If the movie has flaws, there’s two. 1) If you’re going to cast to rock stars of the flamboyant nature, the music needs some edge. Seriously, by casting Jagger and the lead singer from the New York Dolls I expect at least a rock n’ roll edge to the thing. Instead, we’re given a painfully generic classical soundtrack. It’s pretty bad. With that small change, the movie would be twice as good. 2) Emilio. There’s a reason this movie is could be found guilty of career murder. His acting is fine here. I don’t mean that he can’t act or stunk up the thing. He’s believable and effective, yet there’s a reason he never made the transition to action star. While other’s like Matt Damon, Tom Cruise, and Keanu Reeves (unaction looking guys) made the change, Emilio’s boyish looks or perhaps his lack of “toughing” up. He didn’t seem prepared for the role.

At the same time, it feels like a bit of a rip off having Anthony Hopkins in the flick and not really using him. Sure, Freejack is before we knew about Silence of the Lambs, but it was so close it felt like this could have been the movie that made him a household name. If he and Jagger’s roles had been reversed, maybe the world would view Freejack differently. Maybe. That’s not to say Jagger doesn’t work as the helmet-wearing-leather-clad bounty hunter. He’s good and villainous, but it is Jagger. As a Stone’s fan, I dig seeing the dude act, but it’s hard to get this image from my mind.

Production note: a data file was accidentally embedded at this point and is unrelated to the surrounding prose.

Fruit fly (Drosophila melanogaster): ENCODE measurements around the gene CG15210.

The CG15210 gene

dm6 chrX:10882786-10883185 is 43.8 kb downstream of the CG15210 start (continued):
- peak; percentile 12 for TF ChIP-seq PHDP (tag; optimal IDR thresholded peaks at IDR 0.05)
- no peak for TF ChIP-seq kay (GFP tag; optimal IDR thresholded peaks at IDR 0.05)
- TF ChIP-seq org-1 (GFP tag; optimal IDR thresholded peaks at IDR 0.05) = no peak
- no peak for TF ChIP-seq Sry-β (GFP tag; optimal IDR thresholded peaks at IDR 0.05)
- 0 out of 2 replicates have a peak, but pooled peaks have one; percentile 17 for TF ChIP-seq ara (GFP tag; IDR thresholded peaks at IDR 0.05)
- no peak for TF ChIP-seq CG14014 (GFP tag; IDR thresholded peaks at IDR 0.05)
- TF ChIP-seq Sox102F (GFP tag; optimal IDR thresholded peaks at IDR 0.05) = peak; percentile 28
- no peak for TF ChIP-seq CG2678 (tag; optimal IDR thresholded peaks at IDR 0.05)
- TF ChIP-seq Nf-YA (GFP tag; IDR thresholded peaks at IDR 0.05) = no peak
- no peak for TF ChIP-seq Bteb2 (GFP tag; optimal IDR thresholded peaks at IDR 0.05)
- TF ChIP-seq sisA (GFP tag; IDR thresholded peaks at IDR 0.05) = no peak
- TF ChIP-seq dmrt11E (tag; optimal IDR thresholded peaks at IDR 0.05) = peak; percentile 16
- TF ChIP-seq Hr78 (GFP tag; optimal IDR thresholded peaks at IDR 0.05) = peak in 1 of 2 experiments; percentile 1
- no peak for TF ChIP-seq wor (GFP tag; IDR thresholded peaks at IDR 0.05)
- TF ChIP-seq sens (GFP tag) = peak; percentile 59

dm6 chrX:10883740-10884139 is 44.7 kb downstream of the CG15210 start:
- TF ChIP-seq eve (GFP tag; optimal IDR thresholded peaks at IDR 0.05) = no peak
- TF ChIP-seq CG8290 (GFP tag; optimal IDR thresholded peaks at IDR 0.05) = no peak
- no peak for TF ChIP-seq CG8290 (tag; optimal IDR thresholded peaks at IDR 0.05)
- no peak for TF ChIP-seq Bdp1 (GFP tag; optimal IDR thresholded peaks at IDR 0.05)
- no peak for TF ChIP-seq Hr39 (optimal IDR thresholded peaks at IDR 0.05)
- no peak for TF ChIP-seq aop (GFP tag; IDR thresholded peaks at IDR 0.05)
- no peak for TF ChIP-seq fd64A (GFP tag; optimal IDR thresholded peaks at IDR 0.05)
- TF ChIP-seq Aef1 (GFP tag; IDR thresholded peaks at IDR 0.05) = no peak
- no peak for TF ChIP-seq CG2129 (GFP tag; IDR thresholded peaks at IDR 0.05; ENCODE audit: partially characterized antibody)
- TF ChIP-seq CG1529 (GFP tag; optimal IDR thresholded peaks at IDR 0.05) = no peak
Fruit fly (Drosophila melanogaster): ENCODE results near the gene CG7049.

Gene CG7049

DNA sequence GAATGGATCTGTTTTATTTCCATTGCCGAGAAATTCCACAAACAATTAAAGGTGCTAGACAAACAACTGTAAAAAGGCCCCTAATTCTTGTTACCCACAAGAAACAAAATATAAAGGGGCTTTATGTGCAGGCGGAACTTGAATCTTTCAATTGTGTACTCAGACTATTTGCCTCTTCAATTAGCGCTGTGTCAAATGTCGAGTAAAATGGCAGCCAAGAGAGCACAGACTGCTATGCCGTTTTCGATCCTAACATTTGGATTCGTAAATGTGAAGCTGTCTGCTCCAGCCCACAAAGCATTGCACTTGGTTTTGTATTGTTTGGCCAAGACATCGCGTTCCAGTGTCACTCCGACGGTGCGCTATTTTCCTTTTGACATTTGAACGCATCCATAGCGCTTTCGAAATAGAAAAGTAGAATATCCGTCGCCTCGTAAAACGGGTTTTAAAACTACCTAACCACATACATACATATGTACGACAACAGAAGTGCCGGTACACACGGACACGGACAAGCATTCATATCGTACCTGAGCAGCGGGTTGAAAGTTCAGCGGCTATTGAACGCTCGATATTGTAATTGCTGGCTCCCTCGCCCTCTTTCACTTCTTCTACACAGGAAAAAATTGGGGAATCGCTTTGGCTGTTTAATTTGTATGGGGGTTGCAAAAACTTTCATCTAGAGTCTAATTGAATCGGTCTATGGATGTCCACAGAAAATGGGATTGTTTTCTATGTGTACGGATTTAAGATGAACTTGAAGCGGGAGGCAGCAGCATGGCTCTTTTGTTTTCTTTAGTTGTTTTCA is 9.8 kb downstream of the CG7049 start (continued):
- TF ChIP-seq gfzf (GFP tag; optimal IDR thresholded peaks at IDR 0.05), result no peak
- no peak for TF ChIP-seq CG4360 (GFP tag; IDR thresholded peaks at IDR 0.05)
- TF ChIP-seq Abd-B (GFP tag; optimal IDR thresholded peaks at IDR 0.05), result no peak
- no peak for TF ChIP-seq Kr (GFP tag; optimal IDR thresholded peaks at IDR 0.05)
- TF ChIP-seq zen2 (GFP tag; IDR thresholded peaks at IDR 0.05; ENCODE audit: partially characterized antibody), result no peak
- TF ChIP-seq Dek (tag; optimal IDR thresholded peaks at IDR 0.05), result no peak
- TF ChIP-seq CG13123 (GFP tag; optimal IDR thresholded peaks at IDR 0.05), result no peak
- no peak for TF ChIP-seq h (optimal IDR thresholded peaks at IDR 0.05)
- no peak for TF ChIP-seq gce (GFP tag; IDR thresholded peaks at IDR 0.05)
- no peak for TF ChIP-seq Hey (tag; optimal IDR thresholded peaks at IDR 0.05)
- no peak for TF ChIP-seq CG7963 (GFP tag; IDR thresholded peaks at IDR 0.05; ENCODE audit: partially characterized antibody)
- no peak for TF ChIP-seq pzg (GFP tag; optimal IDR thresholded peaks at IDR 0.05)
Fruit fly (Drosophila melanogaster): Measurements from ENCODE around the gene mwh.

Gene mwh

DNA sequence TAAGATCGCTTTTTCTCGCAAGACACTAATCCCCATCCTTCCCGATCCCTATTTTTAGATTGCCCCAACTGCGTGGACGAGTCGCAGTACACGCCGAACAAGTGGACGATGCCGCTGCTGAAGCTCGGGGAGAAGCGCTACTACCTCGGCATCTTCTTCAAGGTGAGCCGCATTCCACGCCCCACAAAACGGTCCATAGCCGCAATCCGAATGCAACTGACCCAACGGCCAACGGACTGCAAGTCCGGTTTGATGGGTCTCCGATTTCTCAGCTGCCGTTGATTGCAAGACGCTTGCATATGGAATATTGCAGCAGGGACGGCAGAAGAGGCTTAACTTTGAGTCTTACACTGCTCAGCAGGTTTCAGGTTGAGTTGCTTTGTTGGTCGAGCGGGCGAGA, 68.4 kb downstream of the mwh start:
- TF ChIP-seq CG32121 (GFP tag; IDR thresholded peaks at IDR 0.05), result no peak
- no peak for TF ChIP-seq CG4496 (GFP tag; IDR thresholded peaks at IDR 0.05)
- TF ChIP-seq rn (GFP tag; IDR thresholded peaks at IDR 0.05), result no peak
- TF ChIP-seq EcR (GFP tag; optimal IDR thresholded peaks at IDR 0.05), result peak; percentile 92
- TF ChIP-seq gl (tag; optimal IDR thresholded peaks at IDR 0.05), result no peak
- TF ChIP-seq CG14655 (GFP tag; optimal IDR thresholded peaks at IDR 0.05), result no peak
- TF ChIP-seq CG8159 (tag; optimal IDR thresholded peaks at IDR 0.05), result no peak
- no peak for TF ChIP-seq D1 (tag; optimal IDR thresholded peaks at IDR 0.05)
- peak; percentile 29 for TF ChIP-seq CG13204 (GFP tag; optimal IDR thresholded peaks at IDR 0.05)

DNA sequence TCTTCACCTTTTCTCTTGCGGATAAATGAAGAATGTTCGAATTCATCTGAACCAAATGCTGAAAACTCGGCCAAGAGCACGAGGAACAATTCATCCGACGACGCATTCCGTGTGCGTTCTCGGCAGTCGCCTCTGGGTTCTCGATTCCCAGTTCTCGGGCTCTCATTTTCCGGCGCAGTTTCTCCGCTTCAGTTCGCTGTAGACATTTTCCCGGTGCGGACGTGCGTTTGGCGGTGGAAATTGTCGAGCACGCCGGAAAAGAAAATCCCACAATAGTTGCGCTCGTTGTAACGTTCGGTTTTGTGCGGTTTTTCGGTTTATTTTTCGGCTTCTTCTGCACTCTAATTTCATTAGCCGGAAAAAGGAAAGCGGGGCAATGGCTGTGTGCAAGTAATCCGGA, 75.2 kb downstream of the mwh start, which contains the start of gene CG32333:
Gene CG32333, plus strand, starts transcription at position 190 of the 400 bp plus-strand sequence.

Now I’ve written several times that a movie is only as good as its villain. When you cast Jagger as the heavy, it raises an eyebrow or two. It’d be like casting Eddie Vedder as Agent Smith. Hard to imagine. Regardless, Jagger has the charisma and the charm needed for an actor, but as a true evil dude, he doesn’t really work. He’s not exactly menacing. But then again, Freejack wisely doesn’t sell him as the bad ass tough guy. He mainly rides around in a tank SUV with an earpiece and helmet strapped on while talking shit. In fact, that makes him strangely more powerful. He doesn’t have to get his hands dirty.

Action wise, no, Freejack will never be a classic like Total Recall or Time Cop, but it’s not for a lack of trying. It does have the truly memorable scenes that a quality movie needs with some good damn good sequences like the opening race crash, or the gun-totting, tough nun (played by Amanda “Honey Bunny” Plummer), or the motorcycle/champagne truck chase sequences, or Jagger’s “One Mississippi, two Mississippi” chase countdown, or even the homeless assassins (bums with guns!). All of these make Freejack a quality movie, even if it's of the B movie variety. If only the director or the action coordinator had truly worked with Emilio, then maybe the world would have another Damon, Cruise, or Reeves instead of only another Brat Pack kid.


Extra Tidbit: You can also read The Arrow's review of Freejack here! http://www.joblo.com/horror-movies/reviews/freejack